Author: Christy Kingham

But What About The Test?

November 25, 2019 by

This post originally appeared at the Mastery Collaborative on June 11, 2019.

Christy and Student With Laptop

Christy works with a student at The Young Women’s Leadership School of Astoria, NYC.

How can high-stakes testing “live” in a setting that also uses mastery-based grading? Project-based learning? Culturally responsive practices and content? Too often, innovative school design is thought of as difficult or impossible to implement amidst heavy testing requirements. But success on standardized exams is not incompatible with mastery-based grading and project-based learning. In fact, I have seen in my fifteen years in education how these two innovative approaches facilitate a wide range of success at schools.

I often hear from and read about practitioners who worry about tests, especially high-stakes tests. It is not their fault. As practitioners, we receive mixed messages with one message usually the loudest: the test is the most important, the test is the data, the test defines your teaching, the test, the test, the test.

There is a lot of valuable research and data that underscores the lack of authenticity and inequity inherent in high-stakes standardized testing. But, I hope to provide a perspective of an educator doing innovation work “on the ground” while addressing the reality of standardized tests. To be clear, this piece is not advocating for standardized tests, rather it’s a demonstration that high-stakes testing does not erase the feasibility of innovative practices like mastery-based learning.

While we wait for large-scale change in states where high-stakes testing is prevalent, replicable innovations are happening in small pockets across the country. It is possible to destigmatize “teaching to the test” when it becomes teaching skills that are prevalent on the test.

I am a teacher and instructional coach at The Young Women’s Leadership School of Astoria (TYWLS), a grade 6-12 public school in the New York City Department of Education. Our school is just one example of a “testing” school that also uses innovative practices, including a whole-school, mastery-based grading system. Our students find success on the multiple New York State exams and AP exams they take each year. We have been able to find a successful balance between the tension of innovation and standardized testing.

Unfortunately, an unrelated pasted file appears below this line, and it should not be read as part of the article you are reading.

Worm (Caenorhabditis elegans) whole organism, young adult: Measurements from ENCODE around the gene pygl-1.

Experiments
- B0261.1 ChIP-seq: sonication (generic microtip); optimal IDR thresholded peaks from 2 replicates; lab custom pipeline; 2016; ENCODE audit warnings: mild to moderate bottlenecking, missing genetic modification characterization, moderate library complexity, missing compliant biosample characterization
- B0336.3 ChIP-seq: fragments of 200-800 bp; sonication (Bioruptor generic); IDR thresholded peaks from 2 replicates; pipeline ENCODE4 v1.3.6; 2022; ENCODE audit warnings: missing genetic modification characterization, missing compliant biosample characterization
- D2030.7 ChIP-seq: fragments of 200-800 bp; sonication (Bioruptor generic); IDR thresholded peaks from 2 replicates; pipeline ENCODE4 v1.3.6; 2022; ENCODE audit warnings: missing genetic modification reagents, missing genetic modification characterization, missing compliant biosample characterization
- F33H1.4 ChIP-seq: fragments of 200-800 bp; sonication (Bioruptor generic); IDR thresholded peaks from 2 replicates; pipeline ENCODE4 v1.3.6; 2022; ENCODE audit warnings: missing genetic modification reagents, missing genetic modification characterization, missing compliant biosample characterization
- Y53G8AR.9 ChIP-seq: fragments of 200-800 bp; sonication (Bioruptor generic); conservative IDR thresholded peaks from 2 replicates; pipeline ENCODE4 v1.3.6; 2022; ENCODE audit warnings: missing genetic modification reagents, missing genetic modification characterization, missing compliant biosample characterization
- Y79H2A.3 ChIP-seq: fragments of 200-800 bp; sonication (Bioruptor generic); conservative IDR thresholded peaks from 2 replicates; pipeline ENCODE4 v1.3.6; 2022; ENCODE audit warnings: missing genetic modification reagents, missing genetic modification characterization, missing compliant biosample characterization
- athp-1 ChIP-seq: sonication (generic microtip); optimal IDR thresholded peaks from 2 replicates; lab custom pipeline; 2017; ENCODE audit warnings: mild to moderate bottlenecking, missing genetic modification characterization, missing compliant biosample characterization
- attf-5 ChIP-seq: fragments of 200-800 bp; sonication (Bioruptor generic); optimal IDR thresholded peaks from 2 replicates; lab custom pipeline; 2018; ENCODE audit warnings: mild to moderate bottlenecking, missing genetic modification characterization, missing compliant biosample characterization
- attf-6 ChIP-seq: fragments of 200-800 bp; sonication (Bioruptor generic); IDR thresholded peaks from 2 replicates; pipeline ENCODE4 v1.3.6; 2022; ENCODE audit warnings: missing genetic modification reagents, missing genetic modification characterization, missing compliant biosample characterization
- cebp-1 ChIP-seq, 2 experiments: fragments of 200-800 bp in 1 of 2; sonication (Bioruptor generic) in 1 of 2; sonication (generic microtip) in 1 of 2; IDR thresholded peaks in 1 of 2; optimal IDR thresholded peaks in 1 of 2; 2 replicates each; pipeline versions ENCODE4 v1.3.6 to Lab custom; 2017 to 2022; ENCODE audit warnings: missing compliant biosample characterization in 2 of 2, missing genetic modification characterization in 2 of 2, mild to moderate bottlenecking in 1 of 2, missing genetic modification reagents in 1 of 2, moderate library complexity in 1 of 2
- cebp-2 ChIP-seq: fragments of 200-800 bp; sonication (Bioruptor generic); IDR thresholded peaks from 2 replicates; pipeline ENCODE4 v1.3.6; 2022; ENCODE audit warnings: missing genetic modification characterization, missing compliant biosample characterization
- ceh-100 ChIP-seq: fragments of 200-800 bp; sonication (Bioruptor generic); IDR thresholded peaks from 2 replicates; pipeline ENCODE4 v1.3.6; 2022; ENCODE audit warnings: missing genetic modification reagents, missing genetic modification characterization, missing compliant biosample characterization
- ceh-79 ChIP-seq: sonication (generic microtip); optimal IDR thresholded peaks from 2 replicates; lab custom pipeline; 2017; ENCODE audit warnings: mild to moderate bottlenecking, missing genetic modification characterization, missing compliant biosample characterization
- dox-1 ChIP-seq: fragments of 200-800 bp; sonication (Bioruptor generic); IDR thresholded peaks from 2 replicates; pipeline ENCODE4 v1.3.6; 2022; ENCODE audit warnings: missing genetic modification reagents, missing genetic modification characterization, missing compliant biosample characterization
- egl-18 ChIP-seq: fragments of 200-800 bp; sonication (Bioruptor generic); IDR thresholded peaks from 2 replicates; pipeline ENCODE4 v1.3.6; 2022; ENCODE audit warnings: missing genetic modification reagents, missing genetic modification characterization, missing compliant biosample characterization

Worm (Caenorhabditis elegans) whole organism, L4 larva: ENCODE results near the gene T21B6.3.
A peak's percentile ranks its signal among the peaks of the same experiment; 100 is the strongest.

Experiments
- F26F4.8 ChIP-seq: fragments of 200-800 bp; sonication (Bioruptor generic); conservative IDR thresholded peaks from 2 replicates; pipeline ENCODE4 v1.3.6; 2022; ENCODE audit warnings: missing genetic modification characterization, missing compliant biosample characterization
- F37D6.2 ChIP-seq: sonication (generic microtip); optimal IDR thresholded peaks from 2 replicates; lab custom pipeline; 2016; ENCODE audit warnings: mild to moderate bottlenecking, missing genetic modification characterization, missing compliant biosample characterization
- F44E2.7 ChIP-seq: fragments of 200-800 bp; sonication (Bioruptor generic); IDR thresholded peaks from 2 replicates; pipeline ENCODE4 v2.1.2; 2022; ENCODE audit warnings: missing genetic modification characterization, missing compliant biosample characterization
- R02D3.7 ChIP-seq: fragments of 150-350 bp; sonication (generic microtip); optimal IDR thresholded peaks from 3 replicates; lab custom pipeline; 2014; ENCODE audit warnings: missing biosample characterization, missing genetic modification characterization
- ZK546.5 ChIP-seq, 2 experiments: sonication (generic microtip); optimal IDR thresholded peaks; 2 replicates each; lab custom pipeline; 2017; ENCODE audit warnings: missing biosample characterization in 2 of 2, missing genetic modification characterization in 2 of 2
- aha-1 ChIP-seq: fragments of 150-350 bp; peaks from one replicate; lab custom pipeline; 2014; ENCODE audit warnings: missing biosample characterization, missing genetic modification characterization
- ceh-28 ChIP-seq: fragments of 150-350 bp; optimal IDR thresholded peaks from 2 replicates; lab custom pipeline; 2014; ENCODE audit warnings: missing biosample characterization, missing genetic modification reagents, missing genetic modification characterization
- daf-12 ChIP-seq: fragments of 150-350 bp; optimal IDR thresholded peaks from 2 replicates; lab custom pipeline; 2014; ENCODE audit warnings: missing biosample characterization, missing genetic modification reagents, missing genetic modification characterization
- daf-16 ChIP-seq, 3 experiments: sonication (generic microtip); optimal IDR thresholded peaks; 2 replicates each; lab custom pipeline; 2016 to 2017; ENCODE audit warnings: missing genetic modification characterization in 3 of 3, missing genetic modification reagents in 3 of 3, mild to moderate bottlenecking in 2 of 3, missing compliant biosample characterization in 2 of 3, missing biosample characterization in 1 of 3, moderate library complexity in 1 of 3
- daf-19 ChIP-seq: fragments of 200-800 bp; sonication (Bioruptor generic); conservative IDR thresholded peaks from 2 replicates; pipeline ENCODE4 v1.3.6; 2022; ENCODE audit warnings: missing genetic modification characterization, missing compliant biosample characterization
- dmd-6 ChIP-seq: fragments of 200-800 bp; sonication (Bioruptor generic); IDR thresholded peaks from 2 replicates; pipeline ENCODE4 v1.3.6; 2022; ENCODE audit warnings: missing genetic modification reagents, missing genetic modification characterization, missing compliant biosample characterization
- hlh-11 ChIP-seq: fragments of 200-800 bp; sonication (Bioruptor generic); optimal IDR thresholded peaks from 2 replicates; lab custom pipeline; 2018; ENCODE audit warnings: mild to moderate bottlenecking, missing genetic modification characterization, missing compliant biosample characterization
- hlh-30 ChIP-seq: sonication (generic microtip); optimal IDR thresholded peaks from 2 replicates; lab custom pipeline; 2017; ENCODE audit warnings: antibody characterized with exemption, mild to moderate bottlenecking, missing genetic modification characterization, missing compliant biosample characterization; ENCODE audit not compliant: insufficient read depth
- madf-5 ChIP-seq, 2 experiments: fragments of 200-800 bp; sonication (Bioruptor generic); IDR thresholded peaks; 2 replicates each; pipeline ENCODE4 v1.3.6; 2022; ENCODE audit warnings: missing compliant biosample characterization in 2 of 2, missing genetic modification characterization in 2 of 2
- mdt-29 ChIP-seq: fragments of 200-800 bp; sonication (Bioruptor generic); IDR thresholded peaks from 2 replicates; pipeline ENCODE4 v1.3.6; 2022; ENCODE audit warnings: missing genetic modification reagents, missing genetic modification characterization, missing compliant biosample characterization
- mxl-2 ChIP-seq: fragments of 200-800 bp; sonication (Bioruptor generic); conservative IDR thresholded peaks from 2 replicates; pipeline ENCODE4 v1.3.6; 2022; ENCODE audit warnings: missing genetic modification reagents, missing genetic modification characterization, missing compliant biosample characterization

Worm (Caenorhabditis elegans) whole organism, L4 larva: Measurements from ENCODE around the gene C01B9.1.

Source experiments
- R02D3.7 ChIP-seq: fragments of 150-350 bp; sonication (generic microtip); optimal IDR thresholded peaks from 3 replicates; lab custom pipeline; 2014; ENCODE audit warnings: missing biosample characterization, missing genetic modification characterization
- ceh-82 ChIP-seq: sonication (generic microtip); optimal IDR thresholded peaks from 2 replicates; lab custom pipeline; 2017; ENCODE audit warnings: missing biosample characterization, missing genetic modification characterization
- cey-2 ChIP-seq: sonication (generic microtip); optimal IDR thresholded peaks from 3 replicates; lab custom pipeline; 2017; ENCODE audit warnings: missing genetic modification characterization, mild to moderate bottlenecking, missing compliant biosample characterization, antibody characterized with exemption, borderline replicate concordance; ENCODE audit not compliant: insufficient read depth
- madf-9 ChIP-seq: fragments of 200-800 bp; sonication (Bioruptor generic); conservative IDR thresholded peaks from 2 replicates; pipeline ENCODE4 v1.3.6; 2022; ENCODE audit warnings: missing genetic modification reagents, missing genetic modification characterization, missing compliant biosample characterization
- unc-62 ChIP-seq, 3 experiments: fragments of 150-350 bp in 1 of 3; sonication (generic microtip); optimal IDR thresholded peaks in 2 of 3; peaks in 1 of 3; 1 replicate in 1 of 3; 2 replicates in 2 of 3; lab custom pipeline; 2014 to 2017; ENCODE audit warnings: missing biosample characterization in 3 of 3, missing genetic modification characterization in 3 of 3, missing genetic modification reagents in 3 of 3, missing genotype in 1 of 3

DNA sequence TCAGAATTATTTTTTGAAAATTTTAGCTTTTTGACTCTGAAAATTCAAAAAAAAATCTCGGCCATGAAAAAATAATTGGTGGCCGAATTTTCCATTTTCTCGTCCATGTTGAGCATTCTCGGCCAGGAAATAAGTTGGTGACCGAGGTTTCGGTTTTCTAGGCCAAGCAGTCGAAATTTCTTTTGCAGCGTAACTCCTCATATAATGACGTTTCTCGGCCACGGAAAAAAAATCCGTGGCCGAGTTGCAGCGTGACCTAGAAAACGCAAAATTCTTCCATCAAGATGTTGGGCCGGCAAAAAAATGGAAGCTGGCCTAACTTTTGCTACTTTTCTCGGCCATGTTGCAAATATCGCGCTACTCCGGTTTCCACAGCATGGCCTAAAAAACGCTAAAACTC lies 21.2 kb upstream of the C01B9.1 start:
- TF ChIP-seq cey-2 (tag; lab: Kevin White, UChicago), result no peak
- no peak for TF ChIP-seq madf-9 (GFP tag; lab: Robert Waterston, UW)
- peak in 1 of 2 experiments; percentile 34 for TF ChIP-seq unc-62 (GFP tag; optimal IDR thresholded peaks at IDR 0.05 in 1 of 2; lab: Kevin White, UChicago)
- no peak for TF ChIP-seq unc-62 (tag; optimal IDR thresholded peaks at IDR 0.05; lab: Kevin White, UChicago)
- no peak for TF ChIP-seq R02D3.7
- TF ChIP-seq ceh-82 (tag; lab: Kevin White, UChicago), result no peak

As a Living Lab site for the NYC DOE’s Mastery Collaborative, we often host visitors and present at conferences about our whole-school mastery-based grading system. At every session, there are folks who quickly reveal a seemingly fixed mindset about the importance of “the test” as well as the challenges testing presents. We try to make the connection for practitioners in traditional settings that they likely do this type of work already by analyzing what’s on the test and teaching and reteaching skills and content. What is different about planning mastery-based curriculum using a project-based methodology that includes a high-stakes test is that we prepare for, but go well beyond, the test. (more…)

Put Us In the Room Where It Happens: Teacher-Driven Shifts To Mastery

February 13, 2017 by

This post originally appeared at the Center for Collaborative Education blog on January 4, 2017. 

I wanna be in the room where it happens.

This line from the Broadway hit Hamilton is one I refer to often when thinking about how we can effectively bring students and teachers in to create honest and equitable systems of assessment.

Our little school in Queens, New York, has worked tirelessly to create and maintain a teacher-created system of mastery-based grading. I’m thirteen years into my middle and high school English teaching career, but the school I have had the privilege of being a part of for the past six years is The Young Women’s Leadership School of Astoria. Our school is grades 6-12, public, all-girls, and Title I.  On average, 98% of our graduates are accepted to and attend college, and we have been a mastery-based school for the past seven years.

CK1

Christy conducting a coaching session.

Our mastery work began when our founding principal shared a paper with her then-staff, “Removing Structural Barriers to Academic Achievement in High Schools: An Innovative Model” by Camille A. Farrington and Margaret H. Small.  The gist of the paper addressed the dropout rate as a “structural problem” connected to traditional systems of determining final grades and course credit. It was a call to action honoring “differential learning rates”. For our founding teachers, this was an issue of social justice-being able to provide multiple opportunities for students to achieve mastery of skills over time was simply more equitable. Our through line was, and remains, educational equity.

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